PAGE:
What does the UAE stand to gain if it napalms its diplomatic relationship with India by criticising Modi’s blatantly anti-Muslim policy direction? It might win a few brownie points with Islamic hardliners and possibly buy some goodwill among poor Muslims in South Asia, but how much is that worth? The regime and nation’s self-interest is best served by looking the other way, so that is exactly what they will do.

The Saudis make a similar calculation. At a time when they are investing heavily in military hardware to keep up with their eternal rivals Turkey and Iran, and simultaneously preparing for the end of oil by liberalising their society and economy, does it pay them to jump into an issue in India that does not particularly affect them? As the status of their diplomatic relationship with the U.S. remains unclear following the Jamal Khasshoggi incident, are they going to risk pissing off the Chinese because of Uighur Muslims?

In fact self-interest like that mentioned here is the basis of the considerations that underpin all international relations. Well I say “all,” but what I really meant to say was “all except African countries.” It is only African countries that take diplomatic decisions based on little more than flimsy emotions and feelings of religious affinity. Gambia for example, has dragged Myanmar before the UN and filed a genocide case against it on behalf of the Rohingya Muslims.

This would be commendable and great were it not that Gambia itself is hardly a human rights luminary, and generally has little business fighting an Asian battle when its own worse African battles lie unfought. The only thing Gambia stands to gain from fighting a diplomatic war that the rest of the world seems unwilling to touch is the temporary goodwill of a few Muslims in Asia and around the world – goodwill that cannot translate into something tangible for it.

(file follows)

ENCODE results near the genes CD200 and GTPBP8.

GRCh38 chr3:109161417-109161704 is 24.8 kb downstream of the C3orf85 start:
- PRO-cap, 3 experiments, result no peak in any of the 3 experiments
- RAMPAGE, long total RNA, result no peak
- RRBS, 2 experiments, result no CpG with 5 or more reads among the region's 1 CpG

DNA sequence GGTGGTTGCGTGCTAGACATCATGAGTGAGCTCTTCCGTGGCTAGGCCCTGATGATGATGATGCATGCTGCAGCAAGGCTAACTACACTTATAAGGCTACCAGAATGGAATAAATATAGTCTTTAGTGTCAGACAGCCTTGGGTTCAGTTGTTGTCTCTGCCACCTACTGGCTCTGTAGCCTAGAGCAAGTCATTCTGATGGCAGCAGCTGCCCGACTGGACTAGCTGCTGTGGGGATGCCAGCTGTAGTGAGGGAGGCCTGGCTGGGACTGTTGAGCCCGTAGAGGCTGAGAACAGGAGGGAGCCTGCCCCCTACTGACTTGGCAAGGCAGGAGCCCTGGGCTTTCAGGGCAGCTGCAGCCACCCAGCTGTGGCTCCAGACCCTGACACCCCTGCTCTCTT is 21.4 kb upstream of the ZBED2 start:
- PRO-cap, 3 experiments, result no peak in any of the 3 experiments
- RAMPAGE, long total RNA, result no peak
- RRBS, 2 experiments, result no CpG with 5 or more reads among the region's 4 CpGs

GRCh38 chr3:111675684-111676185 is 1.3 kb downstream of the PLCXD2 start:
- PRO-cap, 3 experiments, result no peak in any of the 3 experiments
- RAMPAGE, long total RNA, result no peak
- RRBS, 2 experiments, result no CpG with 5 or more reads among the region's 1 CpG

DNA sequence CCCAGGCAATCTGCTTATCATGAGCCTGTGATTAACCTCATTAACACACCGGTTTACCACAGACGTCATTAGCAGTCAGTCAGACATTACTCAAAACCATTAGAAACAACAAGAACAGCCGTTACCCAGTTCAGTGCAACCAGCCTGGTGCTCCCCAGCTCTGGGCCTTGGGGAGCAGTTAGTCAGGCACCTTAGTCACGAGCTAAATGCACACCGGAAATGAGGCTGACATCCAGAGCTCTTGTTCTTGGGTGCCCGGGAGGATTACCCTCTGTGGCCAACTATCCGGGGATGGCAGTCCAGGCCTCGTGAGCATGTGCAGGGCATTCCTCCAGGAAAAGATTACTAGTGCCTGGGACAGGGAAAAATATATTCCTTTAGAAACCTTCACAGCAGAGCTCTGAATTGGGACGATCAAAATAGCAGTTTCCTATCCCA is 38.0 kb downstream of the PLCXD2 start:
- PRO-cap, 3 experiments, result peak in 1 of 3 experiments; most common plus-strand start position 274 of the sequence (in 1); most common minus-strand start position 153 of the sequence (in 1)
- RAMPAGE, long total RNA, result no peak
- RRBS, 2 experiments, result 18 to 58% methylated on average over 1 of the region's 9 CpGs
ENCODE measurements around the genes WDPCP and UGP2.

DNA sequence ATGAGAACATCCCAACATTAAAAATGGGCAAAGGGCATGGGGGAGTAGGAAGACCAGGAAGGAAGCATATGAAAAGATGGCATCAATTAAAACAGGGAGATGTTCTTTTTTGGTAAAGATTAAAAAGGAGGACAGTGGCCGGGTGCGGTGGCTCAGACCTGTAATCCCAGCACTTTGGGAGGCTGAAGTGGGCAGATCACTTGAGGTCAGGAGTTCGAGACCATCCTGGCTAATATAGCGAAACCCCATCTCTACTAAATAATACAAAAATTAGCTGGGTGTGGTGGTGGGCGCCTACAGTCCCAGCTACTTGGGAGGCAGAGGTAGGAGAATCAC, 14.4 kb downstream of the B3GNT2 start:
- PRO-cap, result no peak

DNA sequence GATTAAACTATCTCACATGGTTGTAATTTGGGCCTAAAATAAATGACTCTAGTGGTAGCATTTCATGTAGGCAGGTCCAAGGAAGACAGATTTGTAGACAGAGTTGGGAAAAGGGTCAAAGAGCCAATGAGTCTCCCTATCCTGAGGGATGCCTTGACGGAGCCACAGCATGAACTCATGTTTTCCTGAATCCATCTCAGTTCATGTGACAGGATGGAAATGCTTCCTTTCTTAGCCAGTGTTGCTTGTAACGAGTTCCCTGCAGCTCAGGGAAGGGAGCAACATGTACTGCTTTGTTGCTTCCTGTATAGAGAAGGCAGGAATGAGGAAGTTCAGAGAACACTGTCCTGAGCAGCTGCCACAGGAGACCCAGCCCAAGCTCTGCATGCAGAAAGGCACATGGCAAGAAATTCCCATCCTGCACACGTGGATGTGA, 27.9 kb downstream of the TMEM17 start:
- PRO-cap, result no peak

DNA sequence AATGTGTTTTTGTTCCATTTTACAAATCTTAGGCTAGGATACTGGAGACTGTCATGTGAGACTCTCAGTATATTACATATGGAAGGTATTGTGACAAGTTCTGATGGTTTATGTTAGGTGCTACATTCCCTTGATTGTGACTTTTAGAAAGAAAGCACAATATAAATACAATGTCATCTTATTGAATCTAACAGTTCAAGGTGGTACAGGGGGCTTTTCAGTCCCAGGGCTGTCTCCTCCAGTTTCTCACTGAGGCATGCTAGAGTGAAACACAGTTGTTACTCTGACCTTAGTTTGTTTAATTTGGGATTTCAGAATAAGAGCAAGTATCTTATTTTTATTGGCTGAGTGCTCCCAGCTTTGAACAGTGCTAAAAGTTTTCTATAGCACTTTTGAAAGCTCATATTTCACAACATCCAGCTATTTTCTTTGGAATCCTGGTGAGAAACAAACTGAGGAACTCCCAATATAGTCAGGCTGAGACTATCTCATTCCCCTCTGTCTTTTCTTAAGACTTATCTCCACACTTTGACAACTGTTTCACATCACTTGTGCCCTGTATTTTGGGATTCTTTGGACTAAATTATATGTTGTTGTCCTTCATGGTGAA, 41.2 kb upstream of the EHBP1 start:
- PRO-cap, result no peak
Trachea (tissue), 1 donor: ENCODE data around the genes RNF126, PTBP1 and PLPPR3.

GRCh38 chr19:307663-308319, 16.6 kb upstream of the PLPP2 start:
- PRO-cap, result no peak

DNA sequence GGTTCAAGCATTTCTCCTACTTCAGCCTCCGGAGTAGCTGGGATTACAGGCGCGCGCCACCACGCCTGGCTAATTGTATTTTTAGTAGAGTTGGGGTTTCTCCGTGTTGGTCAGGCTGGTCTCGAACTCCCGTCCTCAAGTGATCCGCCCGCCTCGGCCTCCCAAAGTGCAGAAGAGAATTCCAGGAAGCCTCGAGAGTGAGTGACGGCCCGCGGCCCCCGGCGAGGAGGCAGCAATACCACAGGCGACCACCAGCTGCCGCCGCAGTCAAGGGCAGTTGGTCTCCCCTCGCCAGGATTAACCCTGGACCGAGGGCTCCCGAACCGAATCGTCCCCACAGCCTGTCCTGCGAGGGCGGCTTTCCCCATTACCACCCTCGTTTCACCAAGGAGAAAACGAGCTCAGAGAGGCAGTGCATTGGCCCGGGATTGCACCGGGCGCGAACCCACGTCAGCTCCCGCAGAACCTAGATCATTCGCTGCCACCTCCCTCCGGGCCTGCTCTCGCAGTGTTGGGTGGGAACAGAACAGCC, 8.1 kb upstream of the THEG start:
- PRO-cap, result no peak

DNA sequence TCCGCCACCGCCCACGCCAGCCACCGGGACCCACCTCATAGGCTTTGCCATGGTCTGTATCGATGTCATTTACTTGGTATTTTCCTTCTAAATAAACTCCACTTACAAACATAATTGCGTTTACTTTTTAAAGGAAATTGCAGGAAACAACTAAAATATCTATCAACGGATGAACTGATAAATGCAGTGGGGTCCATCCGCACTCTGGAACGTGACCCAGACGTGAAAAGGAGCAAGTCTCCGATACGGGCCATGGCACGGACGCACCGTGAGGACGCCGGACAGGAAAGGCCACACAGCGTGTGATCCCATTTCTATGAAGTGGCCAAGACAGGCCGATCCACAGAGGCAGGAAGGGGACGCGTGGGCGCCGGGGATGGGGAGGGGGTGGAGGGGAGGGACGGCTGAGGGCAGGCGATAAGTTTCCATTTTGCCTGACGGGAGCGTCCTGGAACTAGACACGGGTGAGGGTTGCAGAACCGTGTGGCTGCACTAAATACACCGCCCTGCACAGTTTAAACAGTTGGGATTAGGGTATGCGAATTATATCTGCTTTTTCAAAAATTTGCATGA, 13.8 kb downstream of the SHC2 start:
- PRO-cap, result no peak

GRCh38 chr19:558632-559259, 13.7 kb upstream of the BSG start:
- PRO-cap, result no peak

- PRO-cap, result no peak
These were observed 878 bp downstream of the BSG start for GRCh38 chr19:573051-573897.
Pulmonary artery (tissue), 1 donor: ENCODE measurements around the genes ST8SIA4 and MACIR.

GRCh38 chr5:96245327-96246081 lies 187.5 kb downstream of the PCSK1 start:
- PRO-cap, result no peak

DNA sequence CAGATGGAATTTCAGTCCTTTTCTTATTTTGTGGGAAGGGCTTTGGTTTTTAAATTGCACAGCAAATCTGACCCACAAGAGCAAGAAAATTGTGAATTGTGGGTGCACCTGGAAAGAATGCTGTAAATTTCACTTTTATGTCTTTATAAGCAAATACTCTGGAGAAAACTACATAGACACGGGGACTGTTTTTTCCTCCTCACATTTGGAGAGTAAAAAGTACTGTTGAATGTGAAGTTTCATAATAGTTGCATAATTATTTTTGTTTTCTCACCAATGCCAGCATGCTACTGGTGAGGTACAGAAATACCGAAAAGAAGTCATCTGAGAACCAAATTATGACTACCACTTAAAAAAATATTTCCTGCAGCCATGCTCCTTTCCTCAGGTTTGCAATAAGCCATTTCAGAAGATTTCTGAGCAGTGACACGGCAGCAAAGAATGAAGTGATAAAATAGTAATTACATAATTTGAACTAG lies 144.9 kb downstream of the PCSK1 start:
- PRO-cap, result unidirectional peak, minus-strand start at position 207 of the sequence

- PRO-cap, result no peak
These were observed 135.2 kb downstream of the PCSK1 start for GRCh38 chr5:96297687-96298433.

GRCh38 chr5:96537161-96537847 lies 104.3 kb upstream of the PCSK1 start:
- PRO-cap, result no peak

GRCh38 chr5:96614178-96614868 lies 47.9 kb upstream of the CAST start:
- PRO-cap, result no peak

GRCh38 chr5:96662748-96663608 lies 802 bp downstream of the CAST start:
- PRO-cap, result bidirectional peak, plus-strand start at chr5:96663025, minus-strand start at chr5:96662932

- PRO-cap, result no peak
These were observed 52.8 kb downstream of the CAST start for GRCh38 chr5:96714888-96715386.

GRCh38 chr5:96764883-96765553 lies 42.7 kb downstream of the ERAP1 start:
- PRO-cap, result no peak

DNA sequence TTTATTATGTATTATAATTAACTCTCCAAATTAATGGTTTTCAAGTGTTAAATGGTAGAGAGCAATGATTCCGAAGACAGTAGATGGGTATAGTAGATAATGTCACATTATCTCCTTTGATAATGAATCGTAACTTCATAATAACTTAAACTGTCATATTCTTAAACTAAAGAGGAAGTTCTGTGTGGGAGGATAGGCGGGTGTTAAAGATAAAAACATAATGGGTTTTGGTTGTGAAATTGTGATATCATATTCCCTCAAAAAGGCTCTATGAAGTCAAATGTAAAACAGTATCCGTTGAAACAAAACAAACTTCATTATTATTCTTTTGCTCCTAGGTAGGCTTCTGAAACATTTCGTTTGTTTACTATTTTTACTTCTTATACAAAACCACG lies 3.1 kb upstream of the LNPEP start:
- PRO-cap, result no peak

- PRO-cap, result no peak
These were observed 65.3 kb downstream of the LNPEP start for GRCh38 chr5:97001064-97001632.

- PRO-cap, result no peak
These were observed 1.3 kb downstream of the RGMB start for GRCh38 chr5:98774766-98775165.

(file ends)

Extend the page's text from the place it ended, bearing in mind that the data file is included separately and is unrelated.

To coin an aphorism from social media lingo, you could call it ”diplomatic clout chasing.’

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Bye Bye AOC? Democrat Socialist Ocasio-Cortez Could Lose House Seat After New Census ⋆ Conservative Firing Line

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Based on the latest census projections, New York State may lose one congressional district, and Alexandria Ocasio-Cortez fears the district that goes away will be hers.

The horror. 😉 A0C Fears Losing Seat Due to 2020 Census.

The Potential Loss of A0C’s District Highlights Why Democrats Fumed Over Trump’s Proposed 2020 Census Changes https://t.co/7xQu3sdo4K

— Junkyard Dogs (@baileyjer) January 1, 2020

Nothing is official yet. The Census Bureau will announce the final count in December 2020, and the congressional districts will be updated for the 2022 elections.